Evolving cybersecurity threats and the related concerns regarding data security and privacy are driving enterprises to seek more reliable tools for identity management and access control. The current move toward passwordless authentication requires innovative access solutions, and mobile biometrics is emerging as one potential option to address the vulnerabilities associated with traditional login methods.
In 2018, only 5 percent of enterprises relying on biometrics as part of their security protocols used mobile applications, but Gartner predicts this figure could jump to 70 percent by 2022. Biometrics is already a main feature on many mobile devices, such as smartphones, laptops, tablets and wearables, and it has become a normal part of everyday life for the millions of people using these devices.
This increasing ubiquity of biometric authentication using a range of different identification methods makes mobile biometrics more accessible in the workplace. As enterprises search for ways to improve security, mobile devices present themselves as familiar platforms on which to deploy alternative identity management solutions.
Mobile Biometrics Solutions
Today’s mobile devices come equipped with technologies either already suited for biometric identification or with potential applications for use as authentication tools. With these technologies on board, a mobile device can become part of a user’s identity and serve as a login point or as part of a series of identifiers in a multi-factor authentication (MFA) protocol.
When incorporated into existing MFA strategies, mobile biometrics may make use of fingerprint scanning, retina scanning or facial recognition technologies many manufacturers build into their devices. Users requesting access to an application or system may receive a push notification requiring them to complete the login process by inputting a previously authenticated biometric identifier into their devices. Each user has a unique identifier stored on his or her device instead of a central database enterprises typically use for storing passwords.
To implement mobile biometrics, enterprises must partner with providers offering software development kits (SDKs) with the flexibility to incorporate a variety of biometrics options across platforms. These scalable solutions ensure every user, be it an employee or a customer, can access necessary resources regardless of device type or operating system.
Is Mobile Authentication the Answer?
Biometric identification and authentication methods available through mobile applications are often cheaper than traditional biometrics and therefore more accessible to businesses. Updating security protocols can put a strain on budgets even at the enterprise level, but since mobile biometrics rely on the devices employees and customers already own, there’s no need to invest in additional hardware prior to implementation. Mobile biometrics applications can be tailored to match the unique use cases of each enterprise and custom-built to individualized specifications.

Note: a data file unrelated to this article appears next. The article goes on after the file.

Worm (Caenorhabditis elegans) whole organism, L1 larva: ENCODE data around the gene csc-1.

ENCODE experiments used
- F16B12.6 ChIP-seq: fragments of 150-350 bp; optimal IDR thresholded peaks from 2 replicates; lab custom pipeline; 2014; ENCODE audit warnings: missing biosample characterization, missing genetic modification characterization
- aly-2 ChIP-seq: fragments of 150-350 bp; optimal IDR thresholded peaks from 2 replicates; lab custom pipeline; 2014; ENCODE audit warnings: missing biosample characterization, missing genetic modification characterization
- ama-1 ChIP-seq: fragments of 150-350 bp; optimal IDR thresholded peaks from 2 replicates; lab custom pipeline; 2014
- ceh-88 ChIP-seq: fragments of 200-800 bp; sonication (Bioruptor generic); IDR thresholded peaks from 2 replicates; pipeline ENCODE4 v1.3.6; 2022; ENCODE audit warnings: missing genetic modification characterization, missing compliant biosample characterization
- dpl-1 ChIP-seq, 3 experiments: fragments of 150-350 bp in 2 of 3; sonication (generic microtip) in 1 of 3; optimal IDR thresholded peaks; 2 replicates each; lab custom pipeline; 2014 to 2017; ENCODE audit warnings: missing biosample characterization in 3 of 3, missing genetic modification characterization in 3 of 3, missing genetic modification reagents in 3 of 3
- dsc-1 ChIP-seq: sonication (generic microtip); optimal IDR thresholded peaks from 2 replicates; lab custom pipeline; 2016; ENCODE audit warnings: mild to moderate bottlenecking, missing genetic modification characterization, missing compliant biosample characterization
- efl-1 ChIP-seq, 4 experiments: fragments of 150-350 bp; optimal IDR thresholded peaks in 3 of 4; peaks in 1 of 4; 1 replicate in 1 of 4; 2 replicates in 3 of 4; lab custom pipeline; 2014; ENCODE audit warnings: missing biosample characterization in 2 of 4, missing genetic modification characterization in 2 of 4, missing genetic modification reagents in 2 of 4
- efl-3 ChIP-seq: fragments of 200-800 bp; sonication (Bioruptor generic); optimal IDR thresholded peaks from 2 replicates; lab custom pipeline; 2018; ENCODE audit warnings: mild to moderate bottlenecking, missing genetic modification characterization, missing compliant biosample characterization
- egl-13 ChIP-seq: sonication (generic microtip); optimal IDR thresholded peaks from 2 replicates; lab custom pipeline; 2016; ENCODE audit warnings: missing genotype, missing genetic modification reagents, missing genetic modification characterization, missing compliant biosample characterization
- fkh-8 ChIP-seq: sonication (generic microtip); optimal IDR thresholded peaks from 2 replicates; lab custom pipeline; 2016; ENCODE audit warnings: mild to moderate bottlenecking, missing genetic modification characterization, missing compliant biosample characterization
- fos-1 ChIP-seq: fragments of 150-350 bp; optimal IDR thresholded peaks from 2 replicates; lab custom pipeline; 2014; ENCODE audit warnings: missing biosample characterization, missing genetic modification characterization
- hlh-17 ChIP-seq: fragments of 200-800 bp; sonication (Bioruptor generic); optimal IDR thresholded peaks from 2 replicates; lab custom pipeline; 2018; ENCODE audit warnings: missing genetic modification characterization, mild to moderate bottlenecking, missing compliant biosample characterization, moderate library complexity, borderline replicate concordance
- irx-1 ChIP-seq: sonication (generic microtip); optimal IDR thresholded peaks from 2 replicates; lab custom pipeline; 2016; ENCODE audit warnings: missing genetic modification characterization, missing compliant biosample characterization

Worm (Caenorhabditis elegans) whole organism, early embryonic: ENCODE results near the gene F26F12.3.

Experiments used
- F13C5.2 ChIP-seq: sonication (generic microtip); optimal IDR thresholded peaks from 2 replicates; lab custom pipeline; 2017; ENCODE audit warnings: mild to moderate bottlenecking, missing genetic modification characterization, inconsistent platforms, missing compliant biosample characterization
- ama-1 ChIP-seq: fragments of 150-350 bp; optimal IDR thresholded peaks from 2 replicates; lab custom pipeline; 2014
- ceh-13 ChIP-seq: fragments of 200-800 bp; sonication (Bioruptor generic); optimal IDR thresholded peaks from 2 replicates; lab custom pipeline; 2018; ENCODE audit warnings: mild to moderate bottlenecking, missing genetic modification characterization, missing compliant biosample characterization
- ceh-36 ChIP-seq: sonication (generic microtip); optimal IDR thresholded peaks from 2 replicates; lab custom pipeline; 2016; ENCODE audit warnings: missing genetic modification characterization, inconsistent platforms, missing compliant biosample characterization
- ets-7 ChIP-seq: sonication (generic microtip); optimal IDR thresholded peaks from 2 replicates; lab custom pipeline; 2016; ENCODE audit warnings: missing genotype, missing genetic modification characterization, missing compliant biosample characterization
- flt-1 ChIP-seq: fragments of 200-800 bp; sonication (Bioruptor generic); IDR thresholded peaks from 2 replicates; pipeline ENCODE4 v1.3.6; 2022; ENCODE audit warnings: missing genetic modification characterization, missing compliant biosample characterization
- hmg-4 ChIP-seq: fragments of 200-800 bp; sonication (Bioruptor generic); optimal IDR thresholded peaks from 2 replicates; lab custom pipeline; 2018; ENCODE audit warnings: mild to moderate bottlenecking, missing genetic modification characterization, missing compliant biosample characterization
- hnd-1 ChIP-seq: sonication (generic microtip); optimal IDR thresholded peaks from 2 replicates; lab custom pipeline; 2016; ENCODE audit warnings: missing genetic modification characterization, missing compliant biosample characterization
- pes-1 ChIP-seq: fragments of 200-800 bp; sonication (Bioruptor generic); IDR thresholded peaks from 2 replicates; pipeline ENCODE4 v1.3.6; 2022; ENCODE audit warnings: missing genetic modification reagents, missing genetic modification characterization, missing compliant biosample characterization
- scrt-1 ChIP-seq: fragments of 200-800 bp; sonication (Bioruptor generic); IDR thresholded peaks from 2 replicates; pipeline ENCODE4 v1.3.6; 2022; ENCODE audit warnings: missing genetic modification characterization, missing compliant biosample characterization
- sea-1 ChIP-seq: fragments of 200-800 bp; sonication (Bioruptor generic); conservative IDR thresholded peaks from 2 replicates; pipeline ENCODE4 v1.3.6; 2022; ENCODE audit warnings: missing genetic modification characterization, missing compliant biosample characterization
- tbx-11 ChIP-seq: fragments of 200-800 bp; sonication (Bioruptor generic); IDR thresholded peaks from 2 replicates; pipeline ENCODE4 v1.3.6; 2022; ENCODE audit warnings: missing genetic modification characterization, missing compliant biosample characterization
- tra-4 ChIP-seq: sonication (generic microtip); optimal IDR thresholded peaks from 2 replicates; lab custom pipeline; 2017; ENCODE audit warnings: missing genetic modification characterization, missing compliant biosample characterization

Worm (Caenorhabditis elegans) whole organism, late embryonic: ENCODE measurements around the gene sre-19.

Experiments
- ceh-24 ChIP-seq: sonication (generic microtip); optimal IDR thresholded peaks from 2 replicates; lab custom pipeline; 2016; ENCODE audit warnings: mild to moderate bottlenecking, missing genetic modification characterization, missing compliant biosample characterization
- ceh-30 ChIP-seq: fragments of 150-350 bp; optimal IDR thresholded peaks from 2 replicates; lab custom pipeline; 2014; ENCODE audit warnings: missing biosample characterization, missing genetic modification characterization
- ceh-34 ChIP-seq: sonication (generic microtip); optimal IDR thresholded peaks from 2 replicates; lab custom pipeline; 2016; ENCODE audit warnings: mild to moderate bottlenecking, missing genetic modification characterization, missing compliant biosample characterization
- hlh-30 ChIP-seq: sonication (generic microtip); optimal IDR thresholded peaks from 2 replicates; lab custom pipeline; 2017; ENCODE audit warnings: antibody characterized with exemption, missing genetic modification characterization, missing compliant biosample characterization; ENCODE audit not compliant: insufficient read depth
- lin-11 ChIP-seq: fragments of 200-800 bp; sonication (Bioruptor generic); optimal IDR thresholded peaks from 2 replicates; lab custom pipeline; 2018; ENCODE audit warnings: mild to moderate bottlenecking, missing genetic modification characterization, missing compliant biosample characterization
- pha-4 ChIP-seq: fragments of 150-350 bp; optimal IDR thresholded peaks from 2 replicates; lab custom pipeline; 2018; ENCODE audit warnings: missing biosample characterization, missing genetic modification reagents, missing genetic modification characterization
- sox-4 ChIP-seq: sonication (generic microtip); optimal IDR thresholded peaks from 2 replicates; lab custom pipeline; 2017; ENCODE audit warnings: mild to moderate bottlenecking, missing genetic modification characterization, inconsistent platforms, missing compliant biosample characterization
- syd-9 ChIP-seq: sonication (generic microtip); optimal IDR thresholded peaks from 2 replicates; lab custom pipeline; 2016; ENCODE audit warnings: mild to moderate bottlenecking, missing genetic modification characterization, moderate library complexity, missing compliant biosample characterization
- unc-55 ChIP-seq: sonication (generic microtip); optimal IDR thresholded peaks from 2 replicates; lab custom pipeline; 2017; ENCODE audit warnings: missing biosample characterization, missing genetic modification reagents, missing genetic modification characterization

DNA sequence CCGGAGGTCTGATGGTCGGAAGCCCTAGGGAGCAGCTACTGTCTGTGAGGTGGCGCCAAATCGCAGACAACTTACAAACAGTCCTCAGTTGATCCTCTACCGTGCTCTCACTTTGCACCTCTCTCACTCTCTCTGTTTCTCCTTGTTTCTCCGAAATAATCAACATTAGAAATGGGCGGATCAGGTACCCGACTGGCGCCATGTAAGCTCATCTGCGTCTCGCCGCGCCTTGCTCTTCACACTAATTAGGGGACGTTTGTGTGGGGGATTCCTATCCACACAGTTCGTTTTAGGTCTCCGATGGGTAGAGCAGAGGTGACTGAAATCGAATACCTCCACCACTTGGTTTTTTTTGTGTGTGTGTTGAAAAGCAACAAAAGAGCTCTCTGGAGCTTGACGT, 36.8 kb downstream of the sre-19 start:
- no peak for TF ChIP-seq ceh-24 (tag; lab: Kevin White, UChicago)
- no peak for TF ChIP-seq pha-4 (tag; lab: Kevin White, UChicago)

Biometrics tend to be faster than other authentication methods, creating a better user experience across the board. Instead of entering a series of passwords or struggling to recall answers to security questions, employees and customers are able to gain access using an identifier they can’t lose or forget. For the growing number of mobile employees at the enterprise level, the use of biometrics simplifies network access from any location while preserving the security of sensitive corporate data.
Challenges of Implementation
When mobile devices are incorporated as part of users’ identities, each device becomes a potential gateway into the enterprise network with which users are associated. Unlike traditional biometrics housed on company premises, mobile devices can be lost or stolen when traveling outside the physical location of the network.
An identity component in the wrong hands has the potential to undermine access control measures and allow hackers to infiltrate the network undetected. Gartner warns the easy accessibility making mobile biometrics so attractive may increase susceptibility to spoofing and requires additional features like “liveness testing” to minimize the risk of unauthorized access.
Integration also poses a challenge to enterprises in which workflows include applications with incompatible authentication protocols or where legacy systems are still widely used. A mobile biometrics solution capable of working with a network of diverse on-premises and cloud-based applications is necessary for creating a streamlined user experience.
Finally, because decentralized credential storage places user credentials on devices, concerns shift from a centralized database within an enterprise network to the security of hundreds or even thousands of individual endpoints. Biometric authentication must be designed to adapt and respond to risk levels associated with this change and backed by secure, reliable data transfer methods incorporating end-to-end encryption for the highest level of security.
Although more enterprises are adopting biometrics to address the challenges associated with identity management and access control in the current cybersecurity landscape, mobile solutions still present their fair share of challenges. Enterprises must examine the use cases for which mobile biometrics are being considered, evaluate the costs and benefits and investigate what solutions are available before moving ahead with implementation.